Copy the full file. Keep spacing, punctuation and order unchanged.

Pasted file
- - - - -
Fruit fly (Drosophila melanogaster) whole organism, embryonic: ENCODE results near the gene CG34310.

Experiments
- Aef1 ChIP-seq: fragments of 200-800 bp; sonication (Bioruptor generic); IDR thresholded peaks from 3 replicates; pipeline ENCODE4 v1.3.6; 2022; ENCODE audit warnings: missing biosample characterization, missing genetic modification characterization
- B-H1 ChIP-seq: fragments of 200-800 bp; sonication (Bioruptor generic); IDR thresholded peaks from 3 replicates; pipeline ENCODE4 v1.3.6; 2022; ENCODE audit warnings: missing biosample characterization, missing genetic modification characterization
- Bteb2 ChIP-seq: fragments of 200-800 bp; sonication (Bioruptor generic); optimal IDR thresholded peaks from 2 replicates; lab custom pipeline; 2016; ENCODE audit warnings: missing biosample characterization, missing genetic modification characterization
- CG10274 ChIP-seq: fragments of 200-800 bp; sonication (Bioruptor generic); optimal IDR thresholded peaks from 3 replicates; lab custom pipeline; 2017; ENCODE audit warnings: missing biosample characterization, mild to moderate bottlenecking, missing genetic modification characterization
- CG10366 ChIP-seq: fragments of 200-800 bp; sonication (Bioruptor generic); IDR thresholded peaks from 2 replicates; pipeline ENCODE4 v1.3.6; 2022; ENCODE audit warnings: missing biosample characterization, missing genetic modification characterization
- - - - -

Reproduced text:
Fruit fly (Drosophila melanogaster) whole organism, embryonic: ENCODE results near the gene CG34310.

Experiments
- Aef1 ChIP-seq: fragments of 200-800 bp; sonication (Bioruptor generic); IDR thresholded peaks from 3 replicates; pipeline ENCODE4 v1.3.6; 2022; ENCODE audit warnings: missing biosample characterization, missing genetic modification characterization
- B-H1 ChIP-seq: fragments of 200-800 bp; sonication (Bioruptor generic); IDR thresholded peaks from 3 replicates; pipeline ENCODE4 v1.3.6; 2022; ENCODE audit warnings: missing biosample characterization, missing genetic modification characterization
- Bteb2 ChIP-seq: fragments of 200-800 bp; sonication (Bioruptor generic); optimal IDR thresholded peaks from 2 replicates; lab custom pipeline; 2016; ENCODE audit warnings: missing biosample characterization, missing genetic modification characterization
- CG10274 ChIP-seq: fragments of 200-800 bp; sonication (Bioruptor generic); optimal IDR thresholded peaks from 3 replicates; lab custom pipeline; 2017; ENCODE audit warnings: missing biosample characterization, mild to moderate bottlenecking, missing genetic modification characterization
- CG10366 ChIP-seq: fragments of 200-800 bp; sonication (Bioruptor generic); IDR thresholded peaks from 2 replicates; pipeline ENCODE4 v1.3.6; 2022; ENCODE audit warnings: missing biosample characterization, missing genetic modification characterization